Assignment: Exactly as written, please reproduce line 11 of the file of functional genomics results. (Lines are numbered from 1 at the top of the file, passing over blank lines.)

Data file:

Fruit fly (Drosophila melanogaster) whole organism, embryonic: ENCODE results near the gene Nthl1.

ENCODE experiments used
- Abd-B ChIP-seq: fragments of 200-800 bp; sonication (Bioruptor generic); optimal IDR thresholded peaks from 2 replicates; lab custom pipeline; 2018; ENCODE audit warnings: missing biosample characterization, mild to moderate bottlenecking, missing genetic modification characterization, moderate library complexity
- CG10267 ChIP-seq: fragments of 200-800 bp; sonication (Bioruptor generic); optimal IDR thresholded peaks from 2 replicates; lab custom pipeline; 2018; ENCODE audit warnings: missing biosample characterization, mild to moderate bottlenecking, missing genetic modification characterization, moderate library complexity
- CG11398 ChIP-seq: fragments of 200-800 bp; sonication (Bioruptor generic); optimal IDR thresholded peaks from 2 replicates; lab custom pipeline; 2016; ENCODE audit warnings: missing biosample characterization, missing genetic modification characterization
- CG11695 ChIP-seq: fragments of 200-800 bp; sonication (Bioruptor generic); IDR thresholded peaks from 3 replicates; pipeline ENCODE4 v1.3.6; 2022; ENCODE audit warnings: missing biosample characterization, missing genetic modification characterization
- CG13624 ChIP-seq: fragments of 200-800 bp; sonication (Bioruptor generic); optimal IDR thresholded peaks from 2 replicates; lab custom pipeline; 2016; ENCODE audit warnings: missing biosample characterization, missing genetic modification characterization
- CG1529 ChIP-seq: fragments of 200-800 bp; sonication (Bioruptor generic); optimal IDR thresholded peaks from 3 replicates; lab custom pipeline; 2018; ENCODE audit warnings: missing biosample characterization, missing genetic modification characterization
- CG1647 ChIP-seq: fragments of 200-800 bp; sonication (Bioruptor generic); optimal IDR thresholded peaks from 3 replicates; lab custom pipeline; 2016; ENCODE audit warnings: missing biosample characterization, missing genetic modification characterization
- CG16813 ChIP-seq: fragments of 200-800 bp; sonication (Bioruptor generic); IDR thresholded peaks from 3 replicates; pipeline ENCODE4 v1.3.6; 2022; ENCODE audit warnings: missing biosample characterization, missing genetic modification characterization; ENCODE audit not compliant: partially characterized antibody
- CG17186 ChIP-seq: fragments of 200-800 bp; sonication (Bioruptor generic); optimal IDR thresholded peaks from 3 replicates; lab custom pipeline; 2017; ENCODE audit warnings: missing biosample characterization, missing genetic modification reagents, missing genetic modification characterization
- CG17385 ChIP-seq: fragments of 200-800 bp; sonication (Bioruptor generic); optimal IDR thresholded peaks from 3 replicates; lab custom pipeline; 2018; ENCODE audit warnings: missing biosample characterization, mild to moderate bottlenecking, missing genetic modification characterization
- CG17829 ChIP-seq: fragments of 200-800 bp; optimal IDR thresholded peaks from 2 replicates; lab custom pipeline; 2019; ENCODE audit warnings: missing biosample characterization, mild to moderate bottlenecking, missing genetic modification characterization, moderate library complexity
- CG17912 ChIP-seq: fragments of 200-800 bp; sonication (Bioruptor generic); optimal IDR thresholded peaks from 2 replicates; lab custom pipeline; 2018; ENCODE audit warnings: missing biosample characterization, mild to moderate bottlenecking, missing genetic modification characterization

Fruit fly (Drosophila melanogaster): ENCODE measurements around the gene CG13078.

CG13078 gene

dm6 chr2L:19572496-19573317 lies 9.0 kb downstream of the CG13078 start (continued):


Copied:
- CG17186 ChIP-seq: fragments of 200-800 bp; sonication (Bioruptor generic); optimal IDR thresholded peaks from 3 replicates; lab custom pipeline; 2017; ENCODE audit warnings: missing biosample characterization, missing genetic modification reagents, missing genetic modification characterization